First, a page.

Machine learning algorithms and artificial intelligence influence many aspects of life today and have gained an aura of objectivity and infallibility. The use of these tools introduces a new level of risk and complexity in policy. This report illustrates some of the shortcomings of algorithmic decisionmaking, identifies key themes around the problem of algorithmic errors and bias, and examines some approaches for combating these problems.
RAND has contributed more to thinking about how to deal with the longer-range future than any other organization. The methodological work at RAND started in the late 1950s and 1960s with the developments of the Delphi method and scenario analysis. This work continued sporadically through the 1970s and 1980s—and since the 1990s—computational technology has enabled new futures methodologies such as Robust Decision Making and Scenario Discovery.
RAND is again leading the way in putting these methods to use in dealing with the challenges of the future. Below is a list of publications that exemplifies RAND's work on Robust Decision Making methodology and applications.
Testing the Scenario Hypothesis: An Experimental Comparison of Scenarios and Forecasts for Decision Support in a Complex Decision Environment March 16, 2017
Decision support tools are known to influence and facilitate decisionmaking through the thoughtful construction of the decision environment. However, little research has empirically evaluated the effects of using scenarios and forecasts.
Evaluation of the Jinan City Water Ecological Development Implementation Plan and Recommendations for Improvement March 9, 2017
RAND evaluated potential effects of uncertain projections of demand and climate change on the ability of the Jinan Municipal Water Resources Bureau to meet its long-term water resources goals. This document describes RAND's approach and results, including development of a mathematical simulation model of the Jinan water supply system and analysis of the system's performance if new strategies and investments were to be implemented.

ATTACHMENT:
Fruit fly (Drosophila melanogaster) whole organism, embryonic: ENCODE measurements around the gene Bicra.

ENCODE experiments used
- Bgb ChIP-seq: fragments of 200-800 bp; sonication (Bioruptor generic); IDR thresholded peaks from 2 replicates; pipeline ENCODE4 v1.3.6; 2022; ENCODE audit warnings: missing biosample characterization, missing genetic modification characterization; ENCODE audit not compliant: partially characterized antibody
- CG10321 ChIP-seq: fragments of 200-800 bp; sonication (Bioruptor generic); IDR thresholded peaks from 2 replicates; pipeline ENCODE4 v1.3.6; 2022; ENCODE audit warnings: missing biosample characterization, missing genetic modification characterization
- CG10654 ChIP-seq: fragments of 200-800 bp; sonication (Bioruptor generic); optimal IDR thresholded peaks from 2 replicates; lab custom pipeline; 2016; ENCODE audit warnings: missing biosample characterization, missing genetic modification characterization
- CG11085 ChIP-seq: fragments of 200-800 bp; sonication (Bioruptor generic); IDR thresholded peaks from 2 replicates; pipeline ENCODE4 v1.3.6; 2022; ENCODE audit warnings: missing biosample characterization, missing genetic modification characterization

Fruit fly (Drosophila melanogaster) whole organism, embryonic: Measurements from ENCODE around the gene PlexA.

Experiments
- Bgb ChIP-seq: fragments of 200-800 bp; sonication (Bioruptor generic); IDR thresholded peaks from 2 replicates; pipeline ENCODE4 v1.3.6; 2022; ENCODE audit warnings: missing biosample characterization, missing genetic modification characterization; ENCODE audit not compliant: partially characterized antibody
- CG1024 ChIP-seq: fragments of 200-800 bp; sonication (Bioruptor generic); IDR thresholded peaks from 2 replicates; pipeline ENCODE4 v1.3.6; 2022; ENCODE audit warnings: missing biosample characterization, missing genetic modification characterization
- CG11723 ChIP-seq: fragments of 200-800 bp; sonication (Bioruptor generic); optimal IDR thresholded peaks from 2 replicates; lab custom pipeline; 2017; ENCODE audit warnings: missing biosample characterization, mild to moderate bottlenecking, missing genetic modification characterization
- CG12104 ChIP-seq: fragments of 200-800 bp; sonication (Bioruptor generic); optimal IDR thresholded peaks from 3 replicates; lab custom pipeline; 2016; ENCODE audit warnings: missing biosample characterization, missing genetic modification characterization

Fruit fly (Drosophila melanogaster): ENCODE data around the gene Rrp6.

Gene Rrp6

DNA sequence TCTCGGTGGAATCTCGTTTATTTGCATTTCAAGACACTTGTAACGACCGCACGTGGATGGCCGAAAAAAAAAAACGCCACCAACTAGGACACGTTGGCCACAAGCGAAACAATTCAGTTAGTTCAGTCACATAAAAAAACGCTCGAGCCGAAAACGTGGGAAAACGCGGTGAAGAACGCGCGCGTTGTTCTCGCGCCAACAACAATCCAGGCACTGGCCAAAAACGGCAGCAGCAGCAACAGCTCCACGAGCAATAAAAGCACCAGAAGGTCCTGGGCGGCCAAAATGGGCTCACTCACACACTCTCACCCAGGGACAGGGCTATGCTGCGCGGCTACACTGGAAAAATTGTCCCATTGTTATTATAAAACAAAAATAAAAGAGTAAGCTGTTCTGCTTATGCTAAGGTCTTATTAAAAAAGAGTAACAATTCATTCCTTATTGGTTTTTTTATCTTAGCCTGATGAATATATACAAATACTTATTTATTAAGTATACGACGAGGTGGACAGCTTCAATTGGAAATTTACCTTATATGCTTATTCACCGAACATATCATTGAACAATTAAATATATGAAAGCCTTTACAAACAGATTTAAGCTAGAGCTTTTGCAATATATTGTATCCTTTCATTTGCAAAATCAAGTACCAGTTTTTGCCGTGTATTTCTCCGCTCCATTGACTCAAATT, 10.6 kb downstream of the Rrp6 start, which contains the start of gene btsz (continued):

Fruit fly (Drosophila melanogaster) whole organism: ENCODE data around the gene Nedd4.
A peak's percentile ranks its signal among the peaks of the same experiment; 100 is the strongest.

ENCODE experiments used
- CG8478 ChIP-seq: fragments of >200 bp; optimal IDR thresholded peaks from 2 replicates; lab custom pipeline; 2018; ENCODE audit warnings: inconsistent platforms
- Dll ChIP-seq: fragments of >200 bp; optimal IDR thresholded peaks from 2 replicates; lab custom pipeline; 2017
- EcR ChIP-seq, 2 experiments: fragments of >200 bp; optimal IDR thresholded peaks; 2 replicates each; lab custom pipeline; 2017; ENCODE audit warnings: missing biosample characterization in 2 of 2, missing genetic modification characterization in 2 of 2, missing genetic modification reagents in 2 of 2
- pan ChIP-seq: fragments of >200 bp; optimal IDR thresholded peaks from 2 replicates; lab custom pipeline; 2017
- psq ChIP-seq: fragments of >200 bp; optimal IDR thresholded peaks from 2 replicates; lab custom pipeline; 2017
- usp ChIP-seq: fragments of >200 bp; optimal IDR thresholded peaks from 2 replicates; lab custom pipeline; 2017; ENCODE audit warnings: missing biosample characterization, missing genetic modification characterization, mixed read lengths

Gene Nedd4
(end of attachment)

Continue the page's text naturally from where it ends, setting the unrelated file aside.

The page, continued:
Urban Responses to Climate Change: Framework for Decisionmaking and Supporting Indicators December 7, 2016
This report presents a decisionmaking framework and supporting indicators to guide urban responses to climate change based on principles of risk governance, along with considerations of institutional arrangements and their economic and social context. The framework emphasizes identification of indicators of capacities and processes to implement, adapt, and transform policies, institutions, financing, and other actions to affect change.
Improving Decision Support for Infectious Disease Prevention and Control: Aligning Models and Other Tools with Policymakers' Needs July 12, 2016
This report provides an overview of decision-support tools, including models and nonmodeling approaches, to inform both modelers and policymakers. It offers ways to use these tools to help address real-world policy questions related to infectious disease prevention, detection, control, and response and recommends best practices for technical experts and policymakers to collaborate in developing and using the tools.
Contestability Frameworks: An International Horizon Scan March 21, 2016
RAND identified and reviewed international contestability practices on behalf of the Australian Department of Defence (ADoD), which is restructuring its military capability acquisition process. A key component of this restructuring is the establishment of an internal contestability capability to assess ADoD's requirements, acquisition, and budget decisions internally before they are passed to other elements in the government.
Scenarios are widely used for long-term climate and energy analysis.
Uncertainty-Sensitive Heterogeneous Information Fusion: Assessing Threat with Soft, Uncertain, and Conflicting Evidence February 1, 2016
This report presents research on various methods for heterogeneous information fusion — combining data that are qualitative, subjective, fuzzy, ambiguous, contradictory, and even deceptive, in order to form a realistic uncertainty-sensitive assessment of threat. The context is counterterrorism, for both military and civilian applications, but the ideas are more generally applicable in intelligence and law enforcement.